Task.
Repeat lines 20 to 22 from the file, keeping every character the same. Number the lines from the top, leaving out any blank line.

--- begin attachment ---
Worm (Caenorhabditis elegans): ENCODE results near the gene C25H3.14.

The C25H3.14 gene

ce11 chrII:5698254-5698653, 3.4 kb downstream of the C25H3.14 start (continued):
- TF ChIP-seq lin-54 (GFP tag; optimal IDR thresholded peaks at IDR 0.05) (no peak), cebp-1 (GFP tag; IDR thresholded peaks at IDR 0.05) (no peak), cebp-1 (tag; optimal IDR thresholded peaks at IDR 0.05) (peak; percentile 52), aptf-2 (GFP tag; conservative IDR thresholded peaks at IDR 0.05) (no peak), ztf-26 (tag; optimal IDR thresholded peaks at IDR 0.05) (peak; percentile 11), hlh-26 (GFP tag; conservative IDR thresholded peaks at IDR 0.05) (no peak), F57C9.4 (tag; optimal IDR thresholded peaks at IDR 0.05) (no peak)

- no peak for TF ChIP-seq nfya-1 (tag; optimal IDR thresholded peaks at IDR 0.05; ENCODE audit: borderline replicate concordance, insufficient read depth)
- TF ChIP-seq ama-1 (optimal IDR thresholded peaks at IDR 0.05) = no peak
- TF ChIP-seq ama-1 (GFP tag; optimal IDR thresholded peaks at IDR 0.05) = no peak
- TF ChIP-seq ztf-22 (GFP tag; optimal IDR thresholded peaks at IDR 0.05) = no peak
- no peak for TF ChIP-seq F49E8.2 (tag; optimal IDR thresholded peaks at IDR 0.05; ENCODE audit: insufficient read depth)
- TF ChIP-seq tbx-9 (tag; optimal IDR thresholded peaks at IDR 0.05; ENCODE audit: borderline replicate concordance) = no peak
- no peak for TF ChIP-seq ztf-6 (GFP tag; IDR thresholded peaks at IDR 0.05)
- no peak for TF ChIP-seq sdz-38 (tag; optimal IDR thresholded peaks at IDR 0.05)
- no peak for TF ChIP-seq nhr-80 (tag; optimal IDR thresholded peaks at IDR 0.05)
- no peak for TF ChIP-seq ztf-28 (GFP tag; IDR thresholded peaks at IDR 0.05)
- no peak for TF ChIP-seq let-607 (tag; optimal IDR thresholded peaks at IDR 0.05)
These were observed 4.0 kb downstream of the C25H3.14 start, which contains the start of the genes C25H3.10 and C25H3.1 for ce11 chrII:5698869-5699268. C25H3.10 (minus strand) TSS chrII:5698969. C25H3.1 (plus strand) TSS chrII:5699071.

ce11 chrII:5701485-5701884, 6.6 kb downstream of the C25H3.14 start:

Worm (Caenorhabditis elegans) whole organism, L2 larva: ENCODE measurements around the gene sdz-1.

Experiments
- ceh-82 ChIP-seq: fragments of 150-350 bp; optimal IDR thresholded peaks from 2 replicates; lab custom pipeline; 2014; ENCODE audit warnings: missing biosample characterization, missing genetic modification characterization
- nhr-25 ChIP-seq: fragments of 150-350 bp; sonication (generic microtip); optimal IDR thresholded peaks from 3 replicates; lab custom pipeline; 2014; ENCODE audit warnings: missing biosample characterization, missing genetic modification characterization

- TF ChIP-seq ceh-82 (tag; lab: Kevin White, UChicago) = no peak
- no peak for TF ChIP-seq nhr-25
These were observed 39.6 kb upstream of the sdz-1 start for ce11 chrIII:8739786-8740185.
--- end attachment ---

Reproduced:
- ceh-82 ChIP-seq: fragments of 150-350 bp; optimal IDR thresholded peaks from 2 replicates; lab custom pipeline; 2014; ENCODE audit warnings: missing biosample characterization, missing genetic modification characterization
- nhr-25 ChIP-seq: fragments of 150-350 bp; sonication (generic microtip); optimal IDR thresholded peaks from 3 replicates; lab custom pipeline; 2014; ENCODE audit warnings: missing biosample characterization, missing genetic modification characterization

- TF ChIP-seq ceh-82 (tag; lab: Kevin White, UChicago) = no peak